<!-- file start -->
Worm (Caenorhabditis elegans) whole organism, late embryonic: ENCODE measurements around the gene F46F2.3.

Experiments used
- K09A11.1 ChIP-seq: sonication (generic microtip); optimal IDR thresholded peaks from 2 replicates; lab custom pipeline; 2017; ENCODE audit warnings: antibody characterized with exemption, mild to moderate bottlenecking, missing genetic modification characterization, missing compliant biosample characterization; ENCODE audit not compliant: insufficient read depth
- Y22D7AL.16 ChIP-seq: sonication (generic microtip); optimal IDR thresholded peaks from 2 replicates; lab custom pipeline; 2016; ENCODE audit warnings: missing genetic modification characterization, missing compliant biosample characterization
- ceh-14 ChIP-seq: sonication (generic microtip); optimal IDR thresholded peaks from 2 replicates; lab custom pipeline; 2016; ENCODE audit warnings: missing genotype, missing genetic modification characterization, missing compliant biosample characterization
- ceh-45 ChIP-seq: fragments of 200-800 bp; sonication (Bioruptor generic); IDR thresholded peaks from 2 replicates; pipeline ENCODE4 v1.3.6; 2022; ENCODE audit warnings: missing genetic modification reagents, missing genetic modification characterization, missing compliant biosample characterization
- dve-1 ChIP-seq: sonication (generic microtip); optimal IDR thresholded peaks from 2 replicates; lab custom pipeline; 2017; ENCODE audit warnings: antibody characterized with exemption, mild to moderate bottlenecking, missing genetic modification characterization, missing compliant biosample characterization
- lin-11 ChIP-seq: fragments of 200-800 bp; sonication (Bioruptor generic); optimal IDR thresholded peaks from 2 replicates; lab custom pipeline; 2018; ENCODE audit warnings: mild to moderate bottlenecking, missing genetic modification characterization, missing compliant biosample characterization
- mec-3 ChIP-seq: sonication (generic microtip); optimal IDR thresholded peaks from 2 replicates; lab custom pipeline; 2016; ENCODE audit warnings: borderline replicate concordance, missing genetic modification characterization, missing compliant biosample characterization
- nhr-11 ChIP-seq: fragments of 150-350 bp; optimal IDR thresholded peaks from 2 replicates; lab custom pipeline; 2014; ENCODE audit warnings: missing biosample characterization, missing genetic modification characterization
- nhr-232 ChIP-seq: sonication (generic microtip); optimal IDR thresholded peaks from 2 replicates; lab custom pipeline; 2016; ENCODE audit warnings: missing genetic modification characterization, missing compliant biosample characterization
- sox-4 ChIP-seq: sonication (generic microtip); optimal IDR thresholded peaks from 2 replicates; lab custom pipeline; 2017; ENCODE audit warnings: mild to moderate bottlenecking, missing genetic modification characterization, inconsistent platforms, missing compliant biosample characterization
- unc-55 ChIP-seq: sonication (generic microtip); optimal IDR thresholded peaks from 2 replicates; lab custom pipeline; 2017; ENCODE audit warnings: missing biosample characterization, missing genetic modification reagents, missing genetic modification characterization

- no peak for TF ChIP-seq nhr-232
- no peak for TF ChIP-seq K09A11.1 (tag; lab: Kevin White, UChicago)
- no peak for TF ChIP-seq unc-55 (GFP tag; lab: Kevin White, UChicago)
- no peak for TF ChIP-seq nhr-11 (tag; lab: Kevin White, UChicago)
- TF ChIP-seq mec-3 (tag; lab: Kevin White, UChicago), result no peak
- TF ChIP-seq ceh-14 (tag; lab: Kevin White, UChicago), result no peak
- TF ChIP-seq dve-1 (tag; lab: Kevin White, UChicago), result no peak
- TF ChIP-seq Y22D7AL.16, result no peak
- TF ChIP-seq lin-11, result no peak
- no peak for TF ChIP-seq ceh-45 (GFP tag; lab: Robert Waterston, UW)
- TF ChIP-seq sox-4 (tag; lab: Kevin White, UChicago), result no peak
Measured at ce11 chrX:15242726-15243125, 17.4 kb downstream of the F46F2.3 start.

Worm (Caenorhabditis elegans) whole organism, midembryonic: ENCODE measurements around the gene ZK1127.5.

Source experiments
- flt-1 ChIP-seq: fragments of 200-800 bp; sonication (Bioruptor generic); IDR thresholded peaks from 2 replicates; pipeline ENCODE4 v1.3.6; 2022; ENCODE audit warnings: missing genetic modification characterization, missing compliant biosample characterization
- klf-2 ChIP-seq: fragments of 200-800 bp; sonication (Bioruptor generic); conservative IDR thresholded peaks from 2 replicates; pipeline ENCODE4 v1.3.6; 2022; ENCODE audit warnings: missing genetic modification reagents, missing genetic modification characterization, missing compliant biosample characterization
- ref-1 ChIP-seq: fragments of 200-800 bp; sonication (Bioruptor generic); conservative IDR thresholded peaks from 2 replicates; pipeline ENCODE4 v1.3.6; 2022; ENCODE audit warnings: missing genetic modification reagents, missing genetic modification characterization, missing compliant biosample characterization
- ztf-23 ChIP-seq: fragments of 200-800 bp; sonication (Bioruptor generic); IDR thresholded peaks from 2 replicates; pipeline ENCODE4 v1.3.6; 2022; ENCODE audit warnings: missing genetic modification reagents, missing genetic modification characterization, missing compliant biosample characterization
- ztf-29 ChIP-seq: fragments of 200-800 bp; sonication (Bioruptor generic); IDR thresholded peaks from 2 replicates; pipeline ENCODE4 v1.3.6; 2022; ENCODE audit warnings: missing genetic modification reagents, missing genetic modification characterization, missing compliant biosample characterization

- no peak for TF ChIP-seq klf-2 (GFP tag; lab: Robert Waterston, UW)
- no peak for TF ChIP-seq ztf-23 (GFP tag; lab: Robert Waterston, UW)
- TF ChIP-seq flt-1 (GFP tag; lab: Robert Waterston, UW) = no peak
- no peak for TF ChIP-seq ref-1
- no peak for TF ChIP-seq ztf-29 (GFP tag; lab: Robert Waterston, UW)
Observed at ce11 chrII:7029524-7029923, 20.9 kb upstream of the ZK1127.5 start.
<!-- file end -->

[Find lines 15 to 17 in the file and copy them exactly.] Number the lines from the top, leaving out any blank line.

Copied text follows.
- no peak for TF ChIP-seq K09A11.1 (tag; lab: Kevin White, UChicago)
- no peak for TF ChIP-seq unc-55 (GFP tag; lab: Kevin White, UChicago)
- no peak for TF ChIP-seq nhr-11 (tag; lab: Kevin White, UChicago)